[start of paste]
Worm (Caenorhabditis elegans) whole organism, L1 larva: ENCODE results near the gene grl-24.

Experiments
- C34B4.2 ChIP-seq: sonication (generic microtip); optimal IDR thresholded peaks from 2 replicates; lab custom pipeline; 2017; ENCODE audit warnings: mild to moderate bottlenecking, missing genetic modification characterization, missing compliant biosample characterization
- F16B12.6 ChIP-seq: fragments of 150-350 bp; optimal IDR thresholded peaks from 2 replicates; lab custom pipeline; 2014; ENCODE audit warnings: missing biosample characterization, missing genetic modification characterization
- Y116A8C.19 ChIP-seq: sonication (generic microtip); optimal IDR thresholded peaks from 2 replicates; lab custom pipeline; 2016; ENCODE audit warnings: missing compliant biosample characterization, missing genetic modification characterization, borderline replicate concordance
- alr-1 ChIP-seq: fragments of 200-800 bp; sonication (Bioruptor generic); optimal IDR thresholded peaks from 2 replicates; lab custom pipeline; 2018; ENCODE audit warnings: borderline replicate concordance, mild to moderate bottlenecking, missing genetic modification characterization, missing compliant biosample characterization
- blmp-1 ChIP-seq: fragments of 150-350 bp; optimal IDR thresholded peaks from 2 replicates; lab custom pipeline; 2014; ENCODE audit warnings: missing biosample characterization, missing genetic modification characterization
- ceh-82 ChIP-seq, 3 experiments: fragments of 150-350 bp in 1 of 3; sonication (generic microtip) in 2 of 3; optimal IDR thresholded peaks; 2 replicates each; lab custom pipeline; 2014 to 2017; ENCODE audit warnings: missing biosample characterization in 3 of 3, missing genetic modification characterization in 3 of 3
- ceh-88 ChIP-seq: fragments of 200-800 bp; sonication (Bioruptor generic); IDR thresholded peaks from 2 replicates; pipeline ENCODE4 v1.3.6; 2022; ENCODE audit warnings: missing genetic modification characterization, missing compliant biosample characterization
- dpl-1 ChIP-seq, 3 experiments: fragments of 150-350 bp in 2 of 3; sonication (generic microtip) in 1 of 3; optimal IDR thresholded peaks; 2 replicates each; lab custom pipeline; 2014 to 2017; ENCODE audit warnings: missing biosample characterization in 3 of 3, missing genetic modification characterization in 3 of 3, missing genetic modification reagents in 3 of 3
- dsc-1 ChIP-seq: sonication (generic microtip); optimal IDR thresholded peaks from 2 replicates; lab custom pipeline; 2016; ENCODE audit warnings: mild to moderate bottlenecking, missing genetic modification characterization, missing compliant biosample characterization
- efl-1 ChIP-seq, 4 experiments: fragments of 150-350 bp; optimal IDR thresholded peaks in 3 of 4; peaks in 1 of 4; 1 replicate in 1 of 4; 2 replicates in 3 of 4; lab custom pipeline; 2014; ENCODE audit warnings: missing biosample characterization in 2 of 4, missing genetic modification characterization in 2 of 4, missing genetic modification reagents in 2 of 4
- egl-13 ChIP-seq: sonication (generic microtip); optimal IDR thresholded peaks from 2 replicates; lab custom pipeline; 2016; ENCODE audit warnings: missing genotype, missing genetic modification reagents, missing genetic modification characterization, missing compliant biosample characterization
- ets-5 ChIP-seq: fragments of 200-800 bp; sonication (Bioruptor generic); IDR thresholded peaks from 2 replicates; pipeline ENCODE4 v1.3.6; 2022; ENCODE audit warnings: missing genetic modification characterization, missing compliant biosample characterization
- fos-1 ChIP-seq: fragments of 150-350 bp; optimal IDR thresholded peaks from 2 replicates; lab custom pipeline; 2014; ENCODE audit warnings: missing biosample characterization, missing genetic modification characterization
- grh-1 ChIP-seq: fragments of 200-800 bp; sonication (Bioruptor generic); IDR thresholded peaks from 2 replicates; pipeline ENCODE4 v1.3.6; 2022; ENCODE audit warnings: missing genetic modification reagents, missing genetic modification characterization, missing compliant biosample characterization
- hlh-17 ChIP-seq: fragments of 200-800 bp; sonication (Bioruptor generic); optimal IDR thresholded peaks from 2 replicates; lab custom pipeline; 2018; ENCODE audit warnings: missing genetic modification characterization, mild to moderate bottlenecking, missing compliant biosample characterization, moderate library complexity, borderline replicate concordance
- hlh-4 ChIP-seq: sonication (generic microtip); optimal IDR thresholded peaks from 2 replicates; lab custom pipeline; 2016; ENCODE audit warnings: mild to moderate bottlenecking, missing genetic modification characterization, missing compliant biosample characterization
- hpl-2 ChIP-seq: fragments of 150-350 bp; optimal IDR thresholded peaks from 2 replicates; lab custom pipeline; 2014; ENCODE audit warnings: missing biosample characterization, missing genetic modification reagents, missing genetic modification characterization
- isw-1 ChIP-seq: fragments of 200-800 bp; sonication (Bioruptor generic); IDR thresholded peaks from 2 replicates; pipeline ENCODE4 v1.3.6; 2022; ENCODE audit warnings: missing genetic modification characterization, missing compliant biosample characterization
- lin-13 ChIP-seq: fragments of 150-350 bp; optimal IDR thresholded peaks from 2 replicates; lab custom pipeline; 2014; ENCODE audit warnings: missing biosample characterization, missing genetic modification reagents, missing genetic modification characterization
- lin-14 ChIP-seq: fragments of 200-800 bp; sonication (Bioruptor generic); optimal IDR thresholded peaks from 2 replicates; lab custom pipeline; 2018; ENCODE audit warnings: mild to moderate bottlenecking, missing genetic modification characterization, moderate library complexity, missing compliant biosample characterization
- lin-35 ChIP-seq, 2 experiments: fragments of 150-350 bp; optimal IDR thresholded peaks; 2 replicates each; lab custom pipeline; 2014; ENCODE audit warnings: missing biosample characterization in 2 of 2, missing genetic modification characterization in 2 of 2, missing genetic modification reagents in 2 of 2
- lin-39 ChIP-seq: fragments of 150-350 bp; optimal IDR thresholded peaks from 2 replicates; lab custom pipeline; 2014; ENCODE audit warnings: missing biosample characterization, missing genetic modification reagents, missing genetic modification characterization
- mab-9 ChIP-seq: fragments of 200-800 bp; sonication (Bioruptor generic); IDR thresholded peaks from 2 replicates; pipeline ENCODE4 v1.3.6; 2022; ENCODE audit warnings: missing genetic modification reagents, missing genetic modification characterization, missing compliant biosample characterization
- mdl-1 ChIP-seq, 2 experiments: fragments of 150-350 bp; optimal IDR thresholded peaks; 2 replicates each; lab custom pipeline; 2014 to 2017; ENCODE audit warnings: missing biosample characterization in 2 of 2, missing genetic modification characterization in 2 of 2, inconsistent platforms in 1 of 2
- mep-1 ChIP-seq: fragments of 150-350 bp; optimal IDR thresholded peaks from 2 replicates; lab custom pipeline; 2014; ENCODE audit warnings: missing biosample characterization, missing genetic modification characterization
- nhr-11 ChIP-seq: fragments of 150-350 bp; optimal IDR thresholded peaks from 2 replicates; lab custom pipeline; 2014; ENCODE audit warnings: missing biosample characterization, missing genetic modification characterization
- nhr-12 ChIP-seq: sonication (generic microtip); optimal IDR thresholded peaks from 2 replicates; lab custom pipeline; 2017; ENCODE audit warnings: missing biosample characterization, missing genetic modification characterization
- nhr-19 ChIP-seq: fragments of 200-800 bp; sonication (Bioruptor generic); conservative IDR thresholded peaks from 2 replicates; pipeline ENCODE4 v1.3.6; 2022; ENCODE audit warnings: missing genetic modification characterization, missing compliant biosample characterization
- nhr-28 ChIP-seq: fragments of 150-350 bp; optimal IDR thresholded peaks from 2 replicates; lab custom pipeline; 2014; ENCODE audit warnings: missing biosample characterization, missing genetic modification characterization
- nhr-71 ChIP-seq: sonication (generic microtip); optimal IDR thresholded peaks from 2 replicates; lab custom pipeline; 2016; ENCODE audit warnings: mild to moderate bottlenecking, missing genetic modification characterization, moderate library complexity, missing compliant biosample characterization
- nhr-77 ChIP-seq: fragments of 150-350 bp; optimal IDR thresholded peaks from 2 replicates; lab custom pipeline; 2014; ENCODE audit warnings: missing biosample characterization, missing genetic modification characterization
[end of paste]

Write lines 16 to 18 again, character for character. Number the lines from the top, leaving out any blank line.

- grh-1 ChIP-seq: fragments of 200-800 bp; sonication (Bioruptor generic); IDR thresholded peaks from 2 replicates; pipeline ENCODE4 v1.3.6; 2022; ENCODE audit warnings: missing genetic modification reagents, missing genetic modification characterization, missing compliant biosample characterization
- hlh-17 ChIP-seq: fragments of 200-800 bp; sonication (Bioruptor generic); optimal IDR thresholded peaks from 2 replicates; lab custom pipeline; 2018; ENCODE audit warnings: missing genetic modification characterization, mild to moderate bottlenecking, missing compliant biosample characterization, moderate library complexity, borderline replicate concordance
- hlh-4 ChIP-seq: sonication (generic microtip); optimal IDR thresholded peaks from 2 replicates; lab custom pipeline; 2016; ENCODE audit warnings: mild to moderate bottlenecking, missing genetic modification characterization, missing compliant biosample characterization